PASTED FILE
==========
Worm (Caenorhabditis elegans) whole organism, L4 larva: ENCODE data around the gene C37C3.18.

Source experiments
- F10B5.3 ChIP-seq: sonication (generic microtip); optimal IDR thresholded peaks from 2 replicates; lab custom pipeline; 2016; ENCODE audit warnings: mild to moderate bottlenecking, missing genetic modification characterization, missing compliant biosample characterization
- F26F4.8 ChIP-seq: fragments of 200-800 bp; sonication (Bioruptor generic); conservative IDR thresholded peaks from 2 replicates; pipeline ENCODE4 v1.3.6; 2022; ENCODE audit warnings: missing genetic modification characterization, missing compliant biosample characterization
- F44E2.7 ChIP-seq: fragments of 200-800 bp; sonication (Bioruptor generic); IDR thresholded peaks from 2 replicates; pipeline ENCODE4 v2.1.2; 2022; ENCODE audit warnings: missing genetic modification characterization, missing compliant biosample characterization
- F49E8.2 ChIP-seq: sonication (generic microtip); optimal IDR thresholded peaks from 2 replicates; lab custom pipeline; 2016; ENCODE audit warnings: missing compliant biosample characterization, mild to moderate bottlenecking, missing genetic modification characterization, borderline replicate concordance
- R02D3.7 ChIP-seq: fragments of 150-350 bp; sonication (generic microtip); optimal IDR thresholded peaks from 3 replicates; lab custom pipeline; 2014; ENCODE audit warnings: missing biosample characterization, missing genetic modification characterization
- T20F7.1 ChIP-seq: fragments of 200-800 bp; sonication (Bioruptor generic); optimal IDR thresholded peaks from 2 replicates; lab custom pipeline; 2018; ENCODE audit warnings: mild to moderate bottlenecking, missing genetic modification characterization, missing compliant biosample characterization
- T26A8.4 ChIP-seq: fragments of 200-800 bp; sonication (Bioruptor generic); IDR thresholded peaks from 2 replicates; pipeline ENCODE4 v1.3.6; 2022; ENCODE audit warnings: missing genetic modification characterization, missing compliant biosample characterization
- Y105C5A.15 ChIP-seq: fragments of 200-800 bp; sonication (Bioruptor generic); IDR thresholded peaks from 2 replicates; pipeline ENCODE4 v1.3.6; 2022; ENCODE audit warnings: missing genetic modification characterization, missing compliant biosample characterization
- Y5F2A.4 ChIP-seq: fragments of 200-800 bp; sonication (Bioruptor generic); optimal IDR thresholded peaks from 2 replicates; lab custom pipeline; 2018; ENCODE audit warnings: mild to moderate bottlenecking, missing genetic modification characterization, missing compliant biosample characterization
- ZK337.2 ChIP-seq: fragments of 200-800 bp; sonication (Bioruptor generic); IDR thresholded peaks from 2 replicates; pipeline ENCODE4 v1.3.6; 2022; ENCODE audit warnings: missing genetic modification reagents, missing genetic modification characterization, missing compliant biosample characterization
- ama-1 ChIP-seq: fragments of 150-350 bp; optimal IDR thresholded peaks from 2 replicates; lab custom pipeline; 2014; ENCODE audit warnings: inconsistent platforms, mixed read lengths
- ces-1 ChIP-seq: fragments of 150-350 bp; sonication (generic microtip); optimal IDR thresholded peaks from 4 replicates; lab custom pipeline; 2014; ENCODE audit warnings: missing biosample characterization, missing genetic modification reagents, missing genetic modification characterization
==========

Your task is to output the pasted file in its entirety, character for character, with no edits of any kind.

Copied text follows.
Worm (Caenorhabditis elegans) whole organism, L4 larva: ENCODE data around the gene C37C3.18.

Source experiments
- F10B5.3 ChIP-seq: sonication (generic microtip); optimal IDR thresholded peaks from 2 replicates; lab custom pipeline; 2016; ENCODE audit warnings: mild to moderate bottlenecking, missing genetic modification characterization, missing compliant biosample characterization
- F26F4.8 ChIP-seq: fragments of 200-800 bp; sonication (Bioruptor generic); conservative IDR thresholded peaks from 2 replicates; pipeline ENCODE4 v1.3.6; 2022; ENCODE audit warnings: missing genetic modification characterization, missing compliant biosample characterization
- F44E2.7 ChIP-seq: fragments of 200-800 bp; sonication (Bioruptor generic); IDR thresholded peaks from 2 replicates; pipeline ENCODE4 v2.1.2; 2022; ENCODE audit warnings: missing genetic modification characterization, missing compliant biosample characterization
- F49E8.2 ChIP-seq: sonication (generic microtip); optimal IDR thresholded peaks from 2 replicates; lab custom pipeline; 2016; ENCODE audit warnings: missing compliant biosample characterization, mild to moderate bottlenecking, missing genetic modification characterization, borderline replicate concordance
- R02D3.7 ChIP-seq: fragments of 150-350 bp; sonication (generic microtip); optimal IDR thresholded peaks from 3 replicates; lab custom pipeline; 2014; ENCODE audit warnings: missing biosample characterization, missing genetic modification characterization
- T20F7.1 ChIP-seq: fragments of 200-800 bp; sonication (Bioruptor generic); optimal IDR thresholded peaks from 2 replicates; lab custom pipeline; 2018; ENCODE audit warnings: mild to moderate bottlenecking, missing genetic modification characterization, missing compliant biosample characterization
- T26A8.4 ChIP-seq: fragments of 200-800 bp; sonication (Bioruptor generic); IDR thresholded peaks from 2 replicates; pipeline ENCODE4 v1.3.6; 2022; ENCODE audit warnings: missing genetic modification characterization, missing compliant biosample characterization
- Y105C5A.15 ChIP-seq: fragments of 200-800 bp; sonication (Bioruptor generic); IDR thresholded peaks from 2 replicates; pipeline ENCODE4 v1.3.6; 2022; ENCODE audit warnings: missing genetic modification characterization, missing compliant biosample characterization
- Y5F2A.4 ChIP-seq: fragments of 200-800 bp; sonication (Bioruptor generic); optimal IDR thresholded peaks from 2 replicates; lab custom pipeline; 2018; ENCODE audit warnings: mild to moderate bottlenecking, missing genetic modification characterization, missing compliant biosample characterization
- ZK337.2 ChIP-seq: fragments of 200-800 bp; sonication (Bioruptor generic); IDR thresholded peaks from 2 replicates; pipeline ENCODE4 v1.3.6; 2022; ENCODE audit warnings: missing genetic modification reagents, missing genetic modification characterization, missing compliant biosample characterization
- ama-1 ChIP-seq: fragments of 150-350 bp; optimal IDR thresholded peaks from 2 replicates; lab custom pipeline; 2014; ENCODE audit warnings: inconsistent platforms, mixed read lengths
- ces-1 ChIP-seq: fragments of 150-350 bp; sonication (generic microtip); optimal IDR thresholded peaks from 4 replicates; lab custom pipeline; 2014; ENCODE audit warnings: missing biosample characterization, missing genetic modification reagents, missing genetic modification characterization